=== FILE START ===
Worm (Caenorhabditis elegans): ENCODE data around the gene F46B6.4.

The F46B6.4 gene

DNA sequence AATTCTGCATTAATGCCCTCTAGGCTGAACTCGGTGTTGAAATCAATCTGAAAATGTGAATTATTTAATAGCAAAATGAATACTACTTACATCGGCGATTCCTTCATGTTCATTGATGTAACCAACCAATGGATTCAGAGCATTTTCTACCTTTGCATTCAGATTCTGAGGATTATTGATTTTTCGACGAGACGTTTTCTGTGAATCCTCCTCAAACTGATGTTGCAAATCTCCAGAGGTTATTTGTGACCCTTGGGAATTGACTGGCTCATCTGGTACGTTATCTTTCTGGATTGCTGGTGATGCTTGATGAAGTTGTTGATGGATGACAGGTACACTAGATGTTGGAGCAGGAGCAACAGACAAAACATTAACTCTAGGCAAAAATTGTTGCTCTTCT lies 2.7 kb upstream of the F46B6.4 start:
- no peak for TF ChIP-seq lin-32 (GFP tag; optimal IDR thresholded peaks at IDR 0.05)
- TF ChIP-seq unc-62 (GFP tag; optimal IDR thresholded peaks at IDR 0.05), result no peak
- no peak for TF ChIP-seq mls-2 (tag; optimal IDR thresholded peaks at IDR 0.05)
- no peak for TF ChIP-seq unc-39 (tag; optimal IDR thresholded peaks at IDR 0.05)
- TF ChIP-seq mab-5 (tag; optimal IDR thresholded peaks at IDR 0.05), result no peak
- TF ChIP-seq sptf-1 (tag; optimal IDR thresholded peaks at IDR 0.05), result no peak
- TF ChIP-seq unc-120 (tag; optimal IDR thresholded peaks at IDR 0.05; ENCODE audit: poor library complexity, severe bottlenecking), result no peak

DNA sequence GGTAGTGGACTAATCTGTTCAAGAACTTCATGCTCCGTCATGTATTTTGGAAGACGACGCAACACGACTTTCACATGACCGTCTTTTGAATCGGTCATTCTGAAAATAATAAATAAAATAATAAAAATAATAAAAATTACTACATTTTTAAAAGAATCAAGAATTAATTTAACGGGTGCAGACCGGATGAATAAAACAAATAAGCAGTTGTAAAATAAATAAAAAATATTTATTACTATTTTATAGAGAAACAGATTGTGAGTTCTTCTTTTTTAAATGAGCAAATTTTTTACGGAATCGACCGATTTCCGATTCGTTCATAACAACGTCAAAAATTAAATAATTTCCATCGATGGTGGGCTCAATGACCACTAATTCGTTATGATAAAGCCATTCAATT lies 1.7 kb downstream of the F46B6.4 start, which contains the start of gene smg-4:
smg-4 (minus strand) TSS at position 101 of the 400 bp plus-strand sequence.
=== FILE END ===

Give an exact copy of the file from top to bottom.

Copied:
Worm (Caenorhabditis elegans): ENCODE data around the gene F46B6.4.

The F46B6.4 gene

DNA sequence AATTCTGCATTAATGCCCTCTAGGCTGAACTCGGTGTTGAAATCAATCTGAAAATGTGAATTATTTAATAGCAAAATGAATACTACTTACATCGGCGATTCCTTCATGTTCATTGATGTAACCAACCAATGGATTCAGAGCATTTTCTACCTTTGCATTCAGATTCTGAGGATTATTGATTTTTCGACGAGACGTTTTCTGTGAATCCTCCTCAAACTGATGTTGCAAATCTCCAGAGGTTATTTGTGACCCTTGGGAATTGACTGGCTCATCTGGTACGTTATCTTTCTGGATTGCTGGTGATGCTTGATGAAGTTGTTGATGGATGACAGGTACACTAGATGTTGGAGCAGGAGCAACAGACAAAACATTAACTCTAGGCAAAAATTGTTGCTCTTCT lies 2.7 kb upstream of the F46B6.4 start:
- no peak for TF ChIP-seq lin-32 (GFP tag; optimal IDR thresholded peaks at IDR 0.05)
- TF ChIP-seq unc-62 (GFP tag; optimal IDR thresholded peaks at IDR 0.05), result no peak
- no peak for TF ChIP-seq mls-2 (tag; optimal IDR thresholded peaks at IDR 0.05)
- no peak for TF ChIP-seq unc-39 (tag; optimal IDR thresholded peaks at IDR 0.05)
- TF ChIP-seq mab-5 (tag; optimal IDR thresholded peaks at IDR 0.05), result no peak
- TF ChIP-seq sptf-1 (tag; optimal IDR thresholded peaks at IDR 0.05), result no peak
- TF ChIP-seq unc-120 (tag; optimal IDR thresholded peaks at IDR 0.05; ENCODE audit: poor library complexity, severe bottlenecking), result no peak

DNA sequence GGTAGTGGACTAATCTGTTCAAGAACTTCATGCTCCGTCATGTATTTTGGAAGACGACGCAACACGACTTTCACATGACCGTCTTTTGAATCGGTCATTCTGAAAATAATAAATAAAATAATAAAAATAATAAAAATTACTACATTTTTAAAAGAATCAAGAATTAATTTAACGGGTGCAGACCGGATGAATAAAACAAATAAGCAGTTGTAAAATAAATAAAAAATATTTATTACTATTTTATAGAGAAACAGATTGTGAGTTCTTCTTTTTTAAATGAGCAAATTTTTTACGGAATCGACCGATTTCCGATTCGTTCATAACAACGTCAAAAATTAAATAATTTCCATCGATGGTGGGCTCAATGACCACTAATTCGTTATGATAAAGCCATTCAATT lies 1.7 kb downstream of the F46B6.4 start, which contains the start of gene smg-4:
smg-4 (minus strand) TSS at position 101 of the 400 bp plus-strand sequence.